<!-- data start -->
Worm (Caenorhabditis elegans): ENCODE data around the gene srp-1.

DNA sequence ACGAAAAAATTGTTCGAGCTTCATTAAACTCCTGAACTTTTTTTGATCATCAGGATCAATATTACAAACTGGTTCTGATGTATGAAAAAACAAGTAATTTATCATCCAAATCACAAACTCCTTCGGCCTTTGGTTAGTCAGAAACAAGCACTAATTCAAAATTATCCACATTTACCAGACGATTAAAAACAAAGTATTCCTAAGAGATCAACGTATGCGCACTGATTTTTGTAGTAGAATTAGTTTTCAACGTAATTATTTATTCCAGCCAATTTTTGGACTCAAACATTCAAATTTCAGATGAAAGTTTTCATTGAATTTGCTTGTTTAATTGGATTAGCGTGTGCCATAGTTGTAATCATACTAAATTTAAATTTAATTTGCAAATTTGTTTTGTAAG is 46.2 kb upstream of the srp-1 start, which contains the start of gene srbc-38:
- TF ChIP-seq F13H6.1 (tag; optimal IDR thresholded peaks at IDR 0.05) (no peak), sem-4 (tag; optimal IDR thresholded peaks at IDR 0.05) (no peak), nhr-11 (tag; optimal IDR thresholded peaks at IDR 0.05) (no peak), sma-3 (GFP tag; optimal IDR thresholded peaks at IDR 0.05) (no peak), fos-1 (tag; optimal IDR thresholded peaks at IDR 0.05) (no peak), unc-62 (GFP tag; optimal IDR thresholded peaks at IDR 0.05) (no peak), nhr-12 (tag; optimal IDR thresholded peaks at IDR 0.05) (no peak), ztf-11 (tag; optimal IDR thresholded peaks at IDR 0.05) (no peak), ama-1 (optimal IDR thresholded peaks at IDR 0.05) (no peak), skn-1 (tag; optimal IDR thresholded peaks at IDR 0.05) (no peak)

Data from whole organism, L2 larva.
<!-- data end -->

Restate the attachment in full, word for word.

Worm (Caenorhabditis elegans): ENCODE data around the gene srp-1.

DNA sequence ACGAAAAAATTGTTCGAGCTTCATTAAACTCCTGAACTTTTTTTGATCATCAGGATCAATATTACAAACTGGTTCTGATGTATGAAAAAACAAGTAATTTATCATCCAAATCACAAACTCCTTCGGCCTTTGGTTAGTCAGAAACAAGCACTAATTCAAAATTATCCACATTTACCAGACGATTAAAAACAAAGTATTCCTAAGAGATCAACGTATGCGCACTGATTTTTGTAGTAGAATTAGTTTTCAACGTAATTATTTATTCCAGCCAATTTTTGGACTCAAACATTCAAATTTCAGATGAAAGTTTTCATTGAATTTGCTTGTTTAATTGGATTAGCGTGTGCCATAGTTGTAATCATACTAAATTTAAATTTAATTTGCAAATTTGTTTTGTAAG is 46.2 kb upstream of the srp-1 start, which contains the start of gene srbc-38:
- TF ChIP-seq F13H6.1 (tag; optimal IDR thresholded peaks at IDR 0.05) (no peak), sem-4 (tag; optimal IDR thresholded peaks at IDR 0.05) (no peak), nhr-11 (tag; optimal IDR thresholded peaks at IDR 0.05) (no peak), sma-3 (GFP tag; optimal IDR thresholded peaks at IDR 0.05) (no peak), fos-1 (tag; optimal IDR thresholded peaks at IDR 0.05) (no peak), unc-62 (GFP tag; optimal IDR thresholded peaks at IDR 0.05) (no peak), nhr-12 (tag; optimal IDR thresholded peaks at IDR 0.05) (no peak), ztf-11 (tag; optimal IDR thresholded peaks at IDR 0.05) (no peak), ama-1 (optimal IDR thresholded peaks at IDR 0.05) (no peak), skn-1 (tag; optimal IDR thresholded peaks at IDR 0.05) (no peak)

Data from whole organism, L2 larva.